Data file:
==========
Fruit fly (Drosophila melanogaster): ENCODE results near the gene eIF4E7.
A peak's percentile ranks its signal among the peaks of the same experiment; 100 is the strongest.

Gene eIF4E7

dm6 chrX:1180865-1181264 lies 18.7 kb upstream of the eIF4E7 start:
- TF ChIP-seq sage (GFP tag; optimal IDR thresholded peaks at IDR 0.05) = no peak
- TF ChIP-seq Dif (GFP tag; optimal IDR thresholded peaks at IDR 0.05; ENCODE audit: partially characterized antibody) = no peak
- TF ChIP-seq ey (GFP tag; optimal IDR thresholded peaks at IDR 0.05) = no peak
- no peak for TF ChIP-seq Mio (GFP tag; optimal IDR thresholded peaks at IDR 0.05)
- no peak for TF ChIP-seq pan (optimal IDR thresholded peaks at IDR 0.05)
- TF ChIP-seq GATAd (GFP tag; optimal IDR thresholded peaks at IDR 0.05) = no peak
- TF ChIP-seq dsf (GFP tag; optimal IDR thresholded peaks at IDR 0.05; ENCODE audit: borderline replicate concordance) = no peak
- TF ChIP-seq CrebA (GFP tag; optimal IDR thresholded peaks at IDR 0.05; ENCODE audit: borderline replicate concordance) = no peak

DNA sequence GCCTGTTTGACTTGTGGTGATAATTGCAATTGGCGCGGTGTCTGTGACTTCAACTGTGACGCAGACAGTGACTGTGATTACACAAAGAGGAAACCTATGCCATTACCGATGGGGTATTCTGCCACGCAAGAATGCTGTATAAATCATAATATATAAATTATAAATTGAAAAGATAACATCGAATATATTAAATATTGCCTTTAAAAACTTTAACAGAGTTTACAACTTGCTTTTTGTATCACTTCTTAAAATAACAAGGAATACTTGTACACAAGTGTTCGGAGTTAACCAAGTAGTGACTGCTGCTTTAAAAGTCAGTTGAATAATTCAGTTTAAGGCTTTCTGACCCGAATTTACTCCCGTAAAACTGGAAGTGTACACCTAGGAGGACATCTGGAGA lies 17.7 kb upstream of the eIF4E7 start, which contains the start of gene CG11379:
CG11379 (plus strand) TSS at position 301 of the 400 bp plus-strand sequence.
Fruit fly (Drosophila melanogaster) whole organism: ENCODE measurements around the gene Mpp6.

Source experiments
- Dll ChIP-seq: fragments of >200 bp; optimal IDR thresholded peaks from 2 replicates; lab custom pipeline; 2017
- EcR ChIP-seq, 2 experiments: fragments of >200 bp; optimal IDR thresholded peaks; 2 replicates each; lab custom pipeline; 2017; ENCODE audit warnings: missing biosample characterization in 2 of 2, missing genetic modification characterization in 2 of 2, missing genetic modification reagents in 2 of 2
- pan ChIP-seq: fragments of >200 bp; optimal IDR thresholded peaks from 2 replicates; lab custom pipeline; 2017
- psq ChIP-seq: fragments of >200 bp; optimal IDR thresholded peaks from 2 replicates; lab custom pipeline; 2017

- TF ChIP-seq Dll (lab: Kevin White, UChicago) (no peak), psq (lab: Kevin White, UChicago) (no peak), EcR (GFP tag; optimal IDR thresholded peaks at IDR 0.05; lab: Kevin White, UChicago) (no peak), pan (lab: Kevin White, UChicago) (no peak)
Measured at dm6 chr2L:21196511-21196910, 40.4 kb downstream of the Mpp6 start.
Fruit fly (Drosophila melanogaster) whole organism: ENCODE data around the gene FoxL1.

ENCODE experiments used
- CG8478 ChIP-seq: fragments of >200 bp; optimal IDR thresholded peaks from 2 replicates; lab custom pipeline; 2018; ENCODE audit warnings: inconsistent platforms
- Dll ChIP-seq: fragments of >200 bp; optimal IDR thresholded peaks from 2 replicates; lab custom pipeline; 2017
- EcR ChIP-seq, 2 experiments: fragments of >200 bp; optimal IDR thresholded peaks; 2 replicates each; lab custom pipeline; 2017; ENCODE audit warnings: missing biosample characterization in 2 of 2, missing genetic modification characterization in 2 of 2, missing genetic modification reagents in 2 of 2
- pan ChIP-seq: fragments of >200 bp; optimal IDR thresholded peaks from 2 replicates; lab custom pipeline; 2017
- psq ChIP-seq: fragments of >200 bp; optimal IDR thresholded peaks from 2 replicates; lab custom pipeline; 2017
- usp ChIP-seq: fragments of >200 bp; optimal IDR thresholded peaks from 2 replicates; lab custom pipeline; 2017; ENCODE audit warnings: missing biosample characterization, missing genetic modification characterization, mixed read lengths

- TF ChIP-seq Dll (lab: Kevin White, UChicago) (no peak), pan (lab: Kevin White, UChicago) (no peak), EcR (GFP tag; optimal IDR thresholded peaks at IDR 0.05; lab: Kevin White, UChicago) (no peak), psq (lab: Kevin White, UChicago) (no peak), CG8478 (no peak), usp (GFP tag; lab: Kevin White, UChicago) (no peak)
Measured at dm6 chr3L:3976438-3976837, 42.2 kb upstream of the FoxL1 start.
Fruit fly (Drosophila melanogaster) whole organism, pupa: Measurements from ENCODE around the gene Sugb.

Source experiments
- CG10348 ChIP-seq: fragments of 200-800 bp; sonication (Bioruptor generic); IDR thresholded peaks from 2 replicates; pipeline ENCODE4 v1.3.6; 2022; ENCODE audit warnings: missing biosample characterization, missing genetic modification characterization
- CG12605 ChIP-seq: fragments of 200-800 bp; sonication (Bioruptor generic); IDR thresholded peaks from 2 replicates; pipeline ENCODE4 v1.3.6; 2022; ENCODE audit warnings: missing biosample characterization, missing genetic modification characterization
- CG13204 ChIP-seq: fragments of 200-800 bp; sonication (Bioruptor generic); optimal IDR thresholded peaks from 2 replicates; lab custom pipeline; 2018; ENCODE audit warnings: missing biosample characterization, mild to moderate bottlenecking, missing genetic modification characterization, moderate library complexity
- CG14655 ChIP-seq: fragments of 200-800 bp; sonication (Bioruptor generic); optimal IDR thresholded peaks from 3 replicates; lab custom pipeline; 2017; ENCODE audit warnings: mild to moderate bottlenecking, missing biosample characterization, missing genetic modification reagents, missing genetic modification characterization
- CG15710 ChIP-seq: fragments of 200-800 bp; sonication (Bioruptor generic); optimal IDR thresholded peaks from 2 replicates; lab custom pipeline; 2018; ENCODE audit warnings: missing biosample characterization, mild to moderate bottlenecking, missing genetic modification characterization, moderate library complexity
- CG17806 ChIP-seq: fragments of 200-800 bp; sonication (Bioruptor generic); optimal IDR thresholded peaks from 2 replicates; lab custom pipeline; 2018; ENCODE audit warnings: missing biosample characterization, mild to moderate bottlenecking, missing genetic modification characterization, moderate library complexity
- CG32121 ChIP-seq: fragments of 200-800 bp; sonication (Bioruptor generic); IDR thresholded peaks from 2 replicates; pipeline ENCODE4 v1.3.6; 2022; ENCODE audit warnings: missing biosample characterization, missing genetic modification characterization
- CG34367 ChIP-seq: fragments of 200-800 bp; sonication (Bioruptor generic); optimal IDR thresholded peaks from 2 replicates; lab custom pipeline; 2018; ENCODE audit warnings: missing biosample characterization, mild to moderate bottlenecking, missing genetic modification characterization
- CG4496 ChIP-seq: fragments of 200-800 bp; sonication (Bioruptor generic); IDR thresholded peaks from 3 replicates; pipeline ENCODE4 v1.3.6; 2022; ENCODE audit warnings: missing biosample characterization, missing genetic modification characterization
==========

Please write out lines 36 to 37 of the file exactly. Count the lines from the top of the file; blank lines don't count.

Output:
- CG12605 ChIP-seq: fragments of 200-800 bp; sonication (Bioruptor generic); IDR thresholded peaks from 2 replicates; pipeline ENCODE4 v1.3.6; 2022; ENCODE audit warnings: missing biosample characterization, missing genetic modification characterization
- CG13204 ChIP-seq: fragments of 200-800 bp; sonication (Bioruptor generic); optimal IDR thresholded peaks from 2 replicates; lab custom pipeline; 2018; ENCODE audit warnings: missing biosample characterization, mild to moderate bottlenecking, missing genetic modification characterization, moderate library complexity